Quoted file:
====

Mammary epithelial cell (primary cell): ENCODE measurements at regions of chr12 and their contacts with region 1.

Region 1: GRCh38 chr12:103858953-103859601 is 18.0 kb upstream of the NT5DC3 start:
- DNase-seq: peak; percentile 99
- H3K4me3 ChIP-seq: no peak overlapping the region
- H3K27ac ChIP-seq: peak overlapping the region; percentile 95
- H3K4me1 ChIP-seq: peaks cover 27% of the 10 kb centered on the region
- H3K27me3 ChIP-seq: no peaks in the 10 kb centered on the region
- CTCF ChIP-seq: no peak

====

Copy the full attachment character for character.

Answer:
Mammary epithelial cell (primary cell): ENCODE measurements at regions of chr12 and their contacts with region 1.

Region 1: GRCh38 chr12:103858953-103859601 is 18.0 kb upstream of the NT5DC3 start:
- DNase-seq: peak; percentile 99
- H3K4me3 ChIP-seq: no peak overlapping the region
- H3K27ac ChIP-seq: peak overlapping the region; percentile 95
- H3K4me1 ChIP-seq: peaks cover 27% of the 10 kb centered on the region
- H3K27me3 ChIP-seq: no peaks in the 10 kb centered on the region
- CTCF ChIP-seq: no peak